It’s easy to glamorize Silicon Valley culture: team meetings held on Segways, plush brainstorming pods, internal ʺskunk worksʺ to develop new ideas. But, as you know, not every company has opportunities for innovation baked in—in fact, many do not. So if you want to be disruptive and add value at a company where innovation is less, well, valued, you need to start asking questions.
Questions like, ʺWhat problems exist here and what creative solutions can I come up with to solve them?ʺ ʺWhat’s the one idea that no one is thinking about but if they did, it would transform the business?ʺ By venturing to answer these questions, you are already wearing your innovator cap.
The last thing you want for your career (not to mention your sanity) is to get stuck in the same old routine because there’s no desire to change the ʺthat’s how we’ve always done itʺ approach. Here are a few ideas for thinking differently in whatever role you’re in now.
1. If you're a salesperson, don't just sell.
Say you’re a real estate agent. Selling properties is the bare minimum, right? So, challenge yourself. Get to know who the best contractors and service people are in the area so you can recommend them to clients. Sellers and buyers always need to spruce up a property with a paint job or repairs or landscaping, so why not get the reputation for being the one who can hook them up with the very best?
The repeat business will get the customers discounts on the work, and you’ll get repeat clients when word gets out about how you made a difficult process easier. You’ll sell those snazzed-up houses faster, too. No matter what you’re selling, facilitating relationships between clients and other service providers adds value to your relationships with everyone involved.
2. If your work is seasonal, don't go into hibernation in the offseasons.
Say you’re an accountant. Just because tax season is your busy time doesn’t mean there are no opportunities for you during the rest of the year. Why not create a monthly, ʺDid You Know?ʺ e-newsletter that shares helpful tips throughout the year? Better yet, customize your bulletins and call a client when a change in tax law could benefit them. Your clients will feel taken care of, your job will be easier come April, and it will pay off in referrals and more business for you.
Adding value in a seasonal business is about finding ways to stay relevant and top-of-mind for your clients year round.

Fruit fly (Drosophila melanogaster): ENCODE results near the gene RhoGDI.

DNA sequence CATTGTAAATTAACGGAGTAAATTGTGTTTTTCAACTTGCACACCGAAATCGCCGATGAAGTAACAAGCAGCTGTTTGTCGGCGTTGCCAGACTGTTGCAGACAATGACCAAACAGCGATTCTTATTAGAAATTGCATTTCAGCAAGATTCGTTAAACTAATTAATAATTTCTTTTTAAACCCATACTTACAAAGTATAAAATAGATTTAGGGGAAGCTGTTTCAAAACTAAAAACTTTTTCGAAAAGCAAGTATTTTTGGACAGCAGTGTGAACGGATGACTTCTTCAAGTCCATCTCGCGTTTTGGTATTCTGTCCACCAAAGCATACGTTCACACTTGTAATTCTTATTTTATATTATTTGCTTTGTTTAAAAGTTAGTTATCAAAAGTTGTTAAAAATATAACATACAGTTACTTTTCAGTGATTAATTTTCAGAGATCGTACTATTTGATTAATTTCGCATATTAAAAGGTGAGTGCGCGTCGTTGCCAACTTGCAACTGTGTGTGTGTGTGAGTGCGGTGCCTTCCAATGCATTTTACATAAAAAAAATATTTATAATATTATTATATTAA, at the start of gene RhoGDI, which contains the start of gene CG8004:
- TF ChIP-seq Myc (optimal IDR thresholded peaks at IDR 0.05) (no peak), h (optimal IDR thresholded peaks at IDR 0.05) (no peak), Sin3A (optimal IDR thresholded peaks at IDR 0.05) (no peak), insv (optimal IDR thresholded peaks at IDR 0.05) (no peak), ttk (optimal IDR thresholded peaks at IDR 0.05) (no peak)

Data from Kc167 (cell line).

3. If you're a caregiver, communicate proactively with the provider.
Say you walk dogs. Give each new client a small notebook to keep by their door, with your business card taped inside, then jot down how the walk went every time you visit. They’ll appreciate the update on whether pooch went No. 1 or No. 2 (if you’re a dog owner, you’ll totally get this), and the log can serve as a daily reminder of the impact you have on their lives, which will come in handy when a neighbor asks for a referral or when holiday tipping time comes around.
Keeping track of your charge’s well-being and making a point to talk to the primary provider about it becomes even more meaningful and important if you’re a nanny, or you work with the elderly. Going the extra mile to keep loved ones informed makes them feel safe, secure, and confident you are taking wonderful care of the one they love.
4. No matter what you do, find your "shtick."
Your shtick is the thing that makes you stand out from a crowd or industry. Some examples are Simon Cowell’s signature black T-shirt, Gwen Stefani’s signature red lips, and Bieber’s hair. Whatever your signature is, make sure it’s brand-appropriate but still noticeable enough to make you memorable.
5. Be ʺthe bestʺ at something.
If you’re a nail technician, become known as the ʺbestʺ foot massager in the place. Or, if you work in marketing, become known as the best PowerPoint deck presenter. Obviously, who wouldn’t request the ʺbestʺ foot massager? And, likewise, who wouldn’t want to put the ʺbest presenterʺ on their big account? You don’t need to be the best at everything, just have your one ʺthingʺ and make it known.